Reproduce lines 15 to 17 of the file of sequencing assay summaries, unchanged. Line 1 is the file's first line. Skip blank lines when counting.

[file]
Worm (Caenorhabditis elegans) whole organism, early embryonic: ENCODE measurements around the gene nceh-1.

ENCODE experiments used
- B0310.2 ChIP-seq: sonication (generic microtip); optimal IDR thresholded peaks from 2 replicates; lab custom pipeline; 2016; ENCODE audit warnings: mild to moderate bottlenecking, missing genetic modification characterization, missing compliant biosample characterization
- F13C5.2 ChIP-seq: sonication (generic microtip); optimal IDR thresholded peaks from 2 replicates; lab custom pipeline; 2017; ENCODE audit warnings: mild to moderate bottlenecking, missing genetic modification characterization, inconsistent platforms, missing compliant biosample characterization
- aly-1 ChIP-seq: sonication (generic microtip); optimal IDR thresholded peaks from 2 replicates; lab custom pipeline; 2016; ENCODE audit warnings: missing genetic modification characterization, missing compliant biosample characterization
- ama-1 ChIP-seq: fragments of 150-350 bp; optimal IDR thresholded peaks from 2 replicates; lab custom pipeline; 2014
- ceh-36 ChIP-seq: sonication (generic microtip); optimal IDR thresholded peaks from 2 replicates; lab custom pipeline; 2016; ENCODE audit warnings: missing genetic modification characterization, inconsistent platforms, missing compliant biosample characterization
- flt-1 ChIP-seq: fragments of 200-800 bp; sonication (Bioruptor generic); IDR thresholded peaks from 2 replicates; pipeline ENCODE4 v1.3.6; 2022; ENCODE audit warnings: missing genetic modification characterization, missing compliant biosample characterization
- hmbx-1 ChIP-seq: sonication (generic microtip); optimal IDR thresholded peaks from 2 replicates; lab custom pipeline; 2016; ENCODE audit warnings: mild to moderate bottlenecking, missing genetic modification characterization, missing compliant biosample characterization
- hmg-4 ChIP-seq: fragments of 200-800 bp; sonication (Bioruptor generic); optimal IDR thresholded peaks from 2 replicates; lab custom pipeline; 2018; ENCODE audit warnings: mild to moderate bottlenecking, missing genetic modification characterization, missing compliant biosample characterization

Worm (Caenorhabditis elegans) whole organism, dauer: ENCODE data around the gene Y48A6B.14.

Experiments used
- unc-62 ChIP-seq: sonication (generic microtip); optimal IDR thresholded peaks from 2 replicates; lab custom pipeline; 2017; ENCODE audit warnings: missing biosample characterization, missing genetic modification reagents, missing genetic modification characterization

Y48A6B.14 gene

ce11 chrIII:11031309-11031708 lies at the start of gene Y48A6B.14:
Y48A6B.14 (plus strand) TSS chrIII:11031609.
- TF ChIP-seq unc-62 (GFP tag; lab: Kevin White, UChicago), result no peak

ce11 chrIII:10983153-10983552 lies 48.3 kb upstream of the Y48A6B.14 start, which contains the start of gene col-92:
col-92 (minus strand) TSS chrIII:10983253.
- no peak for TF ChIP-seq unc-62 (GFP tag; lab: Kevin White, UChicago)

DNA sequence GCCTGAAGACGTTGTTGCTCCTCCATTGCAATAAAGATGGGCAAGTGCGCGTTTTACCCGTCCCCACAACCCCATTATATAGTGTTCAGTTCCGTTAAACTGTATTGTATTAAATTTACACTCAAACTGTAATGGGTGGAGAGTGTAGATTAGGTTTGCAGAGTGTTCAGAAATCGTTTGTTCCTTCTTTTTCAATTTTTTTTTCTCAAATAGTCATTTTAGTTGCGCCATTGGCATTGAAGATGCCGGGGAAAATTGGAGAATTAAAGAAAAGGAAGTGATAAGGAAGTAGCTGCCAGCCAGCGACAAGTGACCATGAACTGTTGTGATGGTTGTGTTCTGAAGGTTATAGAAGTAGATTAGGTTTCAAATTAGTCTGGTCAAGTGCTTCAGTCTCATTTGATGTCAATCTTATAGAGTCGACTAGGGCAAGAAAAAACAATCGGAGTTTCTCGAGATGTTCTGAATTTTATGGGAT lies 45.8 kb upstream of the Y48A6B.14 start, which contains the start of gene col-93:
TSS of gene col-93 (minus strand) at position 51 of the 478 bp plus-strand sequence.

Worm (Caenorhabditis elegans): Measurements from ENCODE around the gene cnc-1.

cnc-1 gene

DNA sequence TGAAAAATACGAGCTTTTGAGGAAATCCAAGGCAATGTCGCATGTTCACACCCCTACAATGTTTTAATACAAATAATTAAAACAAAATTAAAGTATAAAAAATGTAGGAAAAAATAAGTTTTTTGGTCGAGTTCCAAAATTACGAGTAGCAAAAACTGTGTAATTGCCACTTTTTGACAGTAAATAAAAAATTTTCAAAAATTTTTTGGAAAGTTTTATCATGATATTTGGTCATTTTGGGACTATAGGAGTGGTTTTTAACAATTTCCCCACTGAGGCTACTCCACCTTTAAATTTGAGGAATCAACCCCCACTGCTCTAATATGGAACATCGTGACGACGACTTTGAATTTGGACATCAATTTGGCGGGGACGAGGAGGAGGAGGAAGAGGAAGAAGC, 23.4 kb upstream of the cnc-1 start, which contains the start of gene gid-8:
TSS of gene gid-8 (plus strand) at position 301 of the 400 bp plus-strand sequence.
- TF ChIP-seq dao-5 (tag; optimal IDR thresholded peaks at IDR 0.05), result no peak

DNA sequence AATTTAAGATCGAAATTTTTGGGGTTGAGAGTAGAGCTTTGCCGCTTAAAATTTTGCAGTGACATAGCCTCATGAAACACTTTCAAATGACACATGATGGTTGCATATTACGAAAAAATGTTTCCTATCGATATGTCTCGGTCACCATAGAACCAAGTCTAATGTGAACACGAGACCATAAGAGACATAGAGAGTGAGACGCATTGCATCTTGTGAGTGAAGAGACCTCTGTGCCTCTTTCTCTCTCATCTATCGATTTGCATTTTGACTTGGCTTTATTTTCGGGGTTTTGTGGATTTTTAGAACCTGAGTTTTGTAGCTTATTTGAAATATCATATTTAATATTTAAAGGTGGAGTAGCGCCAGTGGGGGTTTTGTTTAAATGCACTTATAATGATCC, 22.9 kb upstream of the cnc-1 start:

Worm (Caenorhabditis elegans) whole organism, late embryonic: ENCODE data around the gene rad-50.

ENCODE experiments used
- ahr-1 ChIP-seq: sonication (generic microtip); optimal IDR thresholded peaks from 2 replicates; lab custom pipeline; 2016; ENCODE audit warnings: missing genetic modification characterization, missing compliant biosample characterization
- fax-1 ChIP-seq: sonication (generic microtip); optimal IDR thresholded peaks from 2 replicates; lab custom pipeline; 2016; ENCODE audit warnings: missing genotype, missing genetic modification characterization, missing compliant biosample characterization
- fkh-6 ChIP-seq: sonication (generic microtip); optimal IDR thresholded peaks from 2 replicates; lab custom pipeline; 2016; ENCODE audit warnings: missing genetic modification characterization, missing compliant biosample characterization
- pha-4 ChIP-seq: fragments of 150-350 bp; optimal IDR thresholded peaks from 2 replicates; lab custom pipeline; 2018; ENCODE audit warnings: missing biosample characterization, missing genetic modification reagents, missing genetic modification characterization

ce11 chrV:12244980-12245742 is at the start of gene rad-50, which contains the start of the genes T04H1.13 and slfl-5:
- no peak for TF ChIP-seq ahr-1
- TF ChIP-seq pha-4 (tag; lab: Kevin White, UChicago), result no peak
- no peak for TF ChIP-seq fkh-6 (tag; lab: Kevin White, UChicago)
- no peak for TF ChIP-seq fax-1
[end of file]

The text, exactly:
ce11 chrIII:11031309-11031708 lies at the start of gene Y48A6B.14:
Y48A6B.14 (plus strand) TSS chrIII:11031609.
- TF ChIP-seq unc-62 (GFP tag; lab: Kevin White, UChicago), result no peak